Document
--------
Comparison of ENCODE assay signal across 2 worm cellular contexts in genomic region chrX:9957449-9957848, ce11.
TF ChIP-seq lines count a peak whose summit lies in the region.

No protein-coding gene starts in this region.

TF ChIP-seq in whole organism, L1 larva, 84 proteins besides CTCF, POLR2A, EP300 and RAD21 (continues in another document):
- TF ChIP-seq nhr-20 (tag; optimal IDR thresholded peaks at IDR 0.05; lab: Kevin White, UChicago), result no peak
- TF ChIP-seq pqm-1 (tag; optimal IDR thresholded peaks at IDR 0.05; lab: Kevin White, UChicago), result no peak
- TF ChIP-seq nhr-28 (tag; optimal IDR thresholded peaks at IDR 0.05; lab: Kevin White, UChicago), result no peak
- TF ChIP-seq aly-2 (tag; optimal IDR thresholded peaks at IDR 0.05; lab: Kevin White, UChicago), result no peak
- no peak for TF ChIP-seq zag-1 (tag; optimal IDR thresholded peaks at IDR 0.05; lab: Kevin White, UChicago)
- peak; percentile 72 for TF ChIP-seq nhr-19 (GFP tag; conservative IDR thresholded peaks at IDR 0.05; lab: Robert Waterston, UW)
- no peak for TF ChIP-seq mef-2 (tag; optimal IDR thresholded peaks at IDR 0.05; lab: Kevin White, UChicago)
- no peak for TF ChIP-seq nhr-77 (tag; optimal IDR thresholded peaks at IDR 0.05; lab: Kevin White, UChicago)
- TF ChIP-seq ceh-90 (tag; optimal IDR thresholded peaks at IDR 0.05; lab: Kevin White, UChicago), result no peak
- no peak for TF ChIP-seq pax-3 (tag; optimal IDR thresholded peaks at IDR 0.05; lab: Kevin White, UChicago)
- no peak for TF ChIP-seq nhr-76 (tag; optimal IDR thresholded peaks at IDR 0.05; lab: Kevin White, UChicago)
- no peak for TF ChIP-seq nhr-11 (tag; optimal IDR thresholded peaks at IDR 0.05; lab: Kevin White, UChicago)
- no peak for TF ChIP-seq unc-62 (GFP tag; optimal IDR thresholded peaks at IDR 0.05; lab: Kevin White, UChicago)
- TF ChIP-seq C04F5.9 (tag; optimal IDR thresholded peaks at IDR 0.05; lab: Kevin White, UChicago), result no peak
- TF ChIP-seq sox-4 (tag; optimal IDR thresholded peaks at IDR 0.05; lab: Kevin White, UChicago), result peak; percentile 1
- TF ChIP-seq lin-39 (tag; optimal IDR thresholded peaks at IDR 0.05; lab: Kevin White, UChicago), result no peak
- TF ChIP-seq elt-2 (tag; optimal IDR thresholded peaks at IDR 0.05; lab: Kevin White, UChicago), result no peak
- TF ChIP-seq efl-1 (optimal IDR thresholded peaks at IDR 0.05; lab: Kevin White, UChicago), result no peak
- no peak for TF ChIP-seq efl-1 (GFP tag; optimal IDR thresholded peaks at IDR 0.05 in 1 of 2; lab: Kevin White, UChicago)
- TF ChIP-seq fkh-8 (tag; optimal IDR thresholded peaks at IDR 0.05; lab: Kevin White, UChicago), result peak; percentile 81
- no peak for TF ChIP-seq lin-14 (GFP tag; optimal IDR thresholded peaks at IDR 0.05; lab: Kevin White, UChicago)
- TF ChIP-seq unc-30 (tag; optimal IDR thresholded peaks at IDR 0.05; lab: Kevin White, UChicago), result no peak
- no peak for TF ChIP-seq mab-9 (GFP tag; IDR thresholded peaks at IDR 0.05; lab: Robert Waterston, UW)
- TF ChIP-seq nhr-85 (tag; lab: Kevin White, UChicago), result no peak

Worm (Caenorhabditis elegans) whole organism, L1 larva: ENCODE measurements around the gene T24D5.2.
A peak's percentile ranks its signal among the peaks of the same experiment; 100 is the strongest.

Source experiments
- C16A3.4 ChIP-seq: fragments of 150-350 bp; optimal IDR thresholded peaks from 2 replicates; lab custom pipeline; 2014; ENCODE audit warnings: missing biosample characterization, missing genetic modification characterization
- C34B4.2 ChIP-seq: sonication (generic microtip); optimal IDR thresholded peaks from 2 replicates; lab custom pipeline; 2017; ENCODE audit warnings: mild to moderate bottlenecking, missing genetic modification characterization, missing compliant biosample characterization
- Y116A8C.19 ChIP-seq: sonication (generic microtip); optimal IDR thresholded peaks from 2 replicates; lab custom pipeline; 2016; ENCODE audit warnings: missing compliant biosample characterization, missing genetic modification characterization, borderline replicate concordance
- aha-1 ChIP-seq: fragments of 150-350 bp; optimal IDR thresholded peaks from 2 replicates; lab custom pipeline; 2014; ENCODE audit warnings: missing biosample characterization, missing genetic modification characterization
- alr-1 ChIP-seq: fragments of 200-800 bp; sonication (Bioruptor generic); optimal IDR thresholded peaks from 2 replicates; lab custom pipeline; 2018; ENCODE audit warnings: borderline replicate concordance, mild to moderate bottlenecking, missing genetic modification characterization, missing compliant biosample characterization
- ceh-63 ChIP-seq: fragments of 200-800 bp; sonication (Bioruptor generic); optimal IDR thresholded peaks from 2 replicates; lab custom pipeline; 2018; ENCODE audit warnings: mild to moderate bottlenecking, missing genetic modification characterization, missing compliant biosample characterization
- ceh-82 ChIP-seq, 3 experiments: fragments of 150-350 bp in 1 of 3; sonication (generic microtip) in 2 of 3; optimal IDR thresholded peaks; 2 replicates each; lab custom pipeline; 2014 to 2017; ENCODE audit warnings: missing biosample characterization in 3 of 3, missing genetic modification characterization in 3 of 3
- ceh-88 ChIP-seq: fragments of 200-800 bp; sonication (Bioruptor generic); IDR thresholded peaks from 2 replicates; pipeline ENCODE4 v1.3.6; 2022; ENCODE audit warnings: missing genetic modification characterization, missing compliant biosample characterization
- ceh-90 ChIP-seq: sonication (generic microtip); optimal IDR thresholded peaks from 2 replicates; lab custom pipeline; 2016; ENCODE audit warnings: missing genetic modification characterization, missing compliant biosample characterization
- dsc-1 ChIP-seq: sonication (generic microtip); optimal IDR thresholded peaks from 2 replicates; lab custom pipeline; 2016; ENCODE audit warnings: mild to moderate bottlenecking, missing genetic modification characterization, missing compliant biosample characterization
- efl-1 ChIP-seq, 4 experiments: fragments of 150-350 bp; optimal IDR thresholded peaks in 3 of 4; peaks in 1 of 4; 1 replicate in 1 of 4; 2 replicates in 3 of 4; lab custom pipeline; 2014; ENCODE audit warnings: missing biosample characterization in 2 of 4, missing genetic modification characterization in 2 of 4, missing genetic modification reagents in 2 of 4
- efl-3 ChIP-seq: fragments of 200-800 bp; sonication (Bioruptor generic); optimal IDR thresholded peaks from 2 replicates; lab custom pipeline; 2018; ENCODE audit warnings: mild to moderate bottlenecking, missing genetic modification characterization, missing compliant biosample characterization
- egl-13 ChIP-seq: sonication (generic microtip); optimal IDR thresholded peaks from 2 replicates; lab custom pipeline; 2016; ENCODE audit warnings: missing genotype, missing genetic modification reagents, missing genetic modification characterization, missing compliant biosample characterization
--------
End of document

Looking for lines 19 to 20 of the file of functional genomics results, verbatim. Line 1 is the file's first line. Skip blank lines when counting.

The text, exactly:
- TF ChIP-seq sox-4 (tag; optimal IDR thresholded peaks at IDR 0.05; lab: Kevin White, UChicago), result peak; percentile 1
- TF ChIP-seq lin-39 (tag; optimal IDR thresholded peaks at IDR 0.05; lab: Kevin White, UChicago), result no peak